French Embassy launches €753,000 plastic waste management project in 13 Nigerian universities

The French Embassy in Nigeria, through its Cooperation and Cultural Department, has launched a plastic waste management project worth €753,000 to be executed in 13 Nigerian universities.

This was disclosed by Mr Sebastien Bede, Science and Higher Education Attache, during a news conference on Friday in Abuja.

According to Bede, the project, under the French Embassy Fund (FEF), focuses on developing innovative and adaptive ideas for reducing plastic waste and enhancing campus sustainable practices.

“Plastic waste is a pressing global issue and through this project, we aim to reduce the plastic footprint on Nigerian campuses.

“It will also inspire a new generation of environmental stewards who can champion the cause for a plastic-free world starting with their immediate communities.

“I also see the opportunity that we organise a study tour in Nigerian universities, French universities, business schools, and engineering schools, to discuss cooperation.

“Whether it is for plastic recycling or any other areas of cooperation, we are willing to open the cooperation to more universities in Nigeria.

“A key component of this project is sustainability and that is why I said that we have also co-designed a business model for these microplants, and the total amount for this project is €753,000,” he said.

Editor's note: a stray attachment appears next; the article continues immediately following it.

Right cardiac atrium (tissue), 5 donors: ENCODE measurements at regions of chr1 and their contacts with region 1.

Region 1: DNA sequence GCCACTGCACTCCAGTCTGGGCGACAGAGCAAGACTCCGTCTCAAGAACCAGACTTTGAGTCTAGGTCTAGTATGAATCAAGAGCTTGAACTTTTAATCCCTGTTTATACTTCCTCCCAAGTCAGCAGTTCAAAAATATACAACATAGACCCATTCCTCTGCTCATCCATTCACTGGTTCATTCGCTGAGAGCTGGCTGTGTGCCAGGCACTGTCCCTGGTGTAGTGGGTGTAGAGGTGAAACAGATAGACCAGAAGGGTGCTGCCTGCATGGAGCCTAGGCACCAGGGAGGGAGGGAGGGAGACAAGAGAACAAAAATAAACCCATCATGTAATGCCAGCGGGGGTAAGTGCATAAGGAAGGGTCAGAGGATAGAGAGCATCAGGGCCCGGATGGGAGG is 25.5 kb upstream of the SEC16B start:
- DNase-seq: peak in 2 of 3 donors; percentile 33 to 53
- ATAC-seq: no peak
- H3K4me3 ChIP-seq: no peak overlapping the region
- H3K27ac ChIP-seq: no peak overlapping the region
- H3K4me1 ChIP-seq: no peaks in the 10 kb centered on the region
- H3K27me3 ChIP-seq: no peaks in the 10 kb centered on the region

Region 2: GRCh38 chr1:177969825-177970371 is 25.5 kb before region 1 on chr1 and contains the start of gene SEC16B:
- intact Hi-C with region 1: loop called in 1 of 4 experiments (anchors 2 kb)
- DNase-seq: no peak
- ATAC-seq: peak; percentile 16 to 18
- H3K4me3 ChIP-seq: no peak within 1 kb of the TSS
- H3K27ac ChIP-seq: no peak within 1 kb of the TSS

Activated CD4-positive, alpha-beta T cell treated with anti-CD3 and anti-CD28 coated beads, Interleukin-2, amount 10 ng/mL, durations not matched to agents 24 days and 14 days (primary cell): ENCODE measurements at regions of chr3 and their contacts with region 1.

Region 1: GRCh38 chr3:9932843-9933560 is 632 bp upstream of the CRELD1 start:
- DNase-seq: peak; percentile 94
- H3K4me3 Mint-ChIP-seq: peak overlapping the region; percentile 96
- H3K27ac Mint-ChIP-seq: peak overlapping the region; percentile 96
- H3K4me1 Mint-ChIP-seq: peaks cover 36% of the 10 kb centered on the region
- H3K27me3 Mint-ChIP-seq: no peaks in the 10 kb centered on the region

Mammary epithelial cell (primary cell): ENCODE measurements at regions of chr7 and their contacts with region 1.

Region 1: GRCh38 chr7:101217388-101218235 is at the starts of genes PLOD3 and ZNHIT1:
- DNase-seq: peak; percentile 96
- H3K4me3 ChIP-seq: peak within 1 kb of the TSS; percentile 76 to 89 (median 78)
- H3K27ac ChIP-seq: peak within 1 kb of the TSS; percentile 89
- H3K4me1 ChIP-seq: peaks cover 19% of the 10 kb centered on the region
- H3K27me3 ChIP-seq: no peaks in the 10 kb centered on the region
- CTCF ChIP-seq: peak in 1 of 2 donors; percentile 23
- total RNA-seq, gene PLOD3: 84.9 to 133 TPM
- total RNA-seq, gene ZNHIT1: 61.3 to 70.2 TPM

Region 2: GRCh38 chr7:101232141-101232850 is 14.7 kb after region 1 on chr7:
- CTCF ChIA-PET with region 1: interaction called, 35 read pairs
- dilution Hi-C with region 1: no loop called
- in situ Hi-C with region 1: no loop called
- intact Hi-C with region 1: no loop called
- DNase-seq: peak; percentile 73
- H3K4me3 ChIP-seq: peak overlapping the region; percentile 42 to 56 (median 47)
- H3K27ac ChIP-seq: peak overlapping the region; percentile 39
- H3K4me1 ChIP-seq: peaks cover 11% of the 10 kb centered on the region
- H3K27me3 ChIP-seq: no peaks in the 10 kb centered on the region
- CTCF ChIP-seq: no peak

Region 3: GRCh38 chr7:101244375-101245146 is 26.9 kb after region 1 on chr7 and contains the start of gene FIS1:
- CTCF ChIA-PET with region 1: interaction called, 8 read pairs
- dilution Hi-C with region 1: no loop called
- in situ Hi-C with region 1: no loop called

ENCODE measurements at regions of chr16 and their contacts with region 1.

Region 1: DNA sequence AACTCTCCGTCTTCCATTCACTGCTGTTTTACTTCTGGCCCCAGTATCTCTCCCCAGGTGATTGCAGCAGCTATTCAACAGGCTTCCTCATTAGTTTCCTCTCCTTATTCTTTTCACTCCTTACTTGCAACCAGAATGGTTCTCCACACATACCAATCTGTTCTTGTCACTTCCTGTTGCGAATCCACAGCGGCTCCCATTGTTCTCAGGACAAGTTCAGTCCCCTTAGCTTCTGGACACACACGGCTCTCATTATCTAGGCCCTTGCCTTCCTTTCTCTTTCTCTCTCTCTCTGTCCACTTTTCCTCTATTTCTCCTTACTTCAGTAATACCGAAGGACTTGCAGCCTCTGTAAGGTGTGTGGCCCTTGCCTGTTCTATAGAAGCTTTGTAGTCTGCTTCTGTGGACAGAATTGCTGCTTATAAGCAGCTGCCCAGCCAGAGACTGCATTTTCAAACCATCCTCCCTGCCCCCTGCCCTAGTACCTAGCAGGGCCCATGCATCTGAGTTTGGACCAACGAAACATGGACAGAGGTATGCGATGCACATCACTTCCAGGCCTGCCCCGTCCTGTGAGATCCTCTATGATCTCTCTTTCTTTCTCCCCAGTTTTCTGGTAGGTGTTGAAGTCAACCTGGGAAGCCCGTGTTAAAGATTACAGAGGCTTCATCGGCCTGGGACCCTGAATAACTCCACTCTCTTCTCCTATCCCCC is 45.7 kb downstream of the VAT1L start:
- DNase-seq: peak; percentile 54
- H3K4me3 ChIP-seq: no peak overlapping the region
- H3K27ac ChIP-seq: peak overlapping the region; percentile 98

Speaking further on the initiative, Bede stated that a steering committee has been established. This committee includes representatives from the participating universities, the National Universities Commission, the Tertiary Education Trust Fund, the Petroleum Technology Development Fund, and the Ministry of Environment.

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Bede listed the universities benefiting from the project, which include Alex Ekwueme Federal University, Bayero University Kano, Nile University of Nigeria, Covenant University, Babcock University, and the University of Jos.

  • Additionally, the initiative will extend to Obafemi Awolowo University, the University of Ibadan, the University of Lagos, Yaba College of Technology, the University of Calabar, the University of Nigeria Nsukka, and the University of Delta.
  • Bede further revealed that over the next 18 months, the project will deliver two microplants co-designed by and for two universities, support research initiatives in innovative solutions for sustainable development, and facilitate an exchange program between Nigerian and French researchers.
  • He also outlined that the project’s components for deployment within the next 18 months include the delivery of these microplants and research initiatives focused on innovative solutions for sustainable development.
  • Bede emphasized that the project will address circular economy practices, enhance the qualitative value chain, promote gender inclusivity, and foster entrepreneurship to support the research projects.
  • Furthermore, he highlighted that an exchange program between Nigerian and French researchers will be a key part of the project’s implementation.



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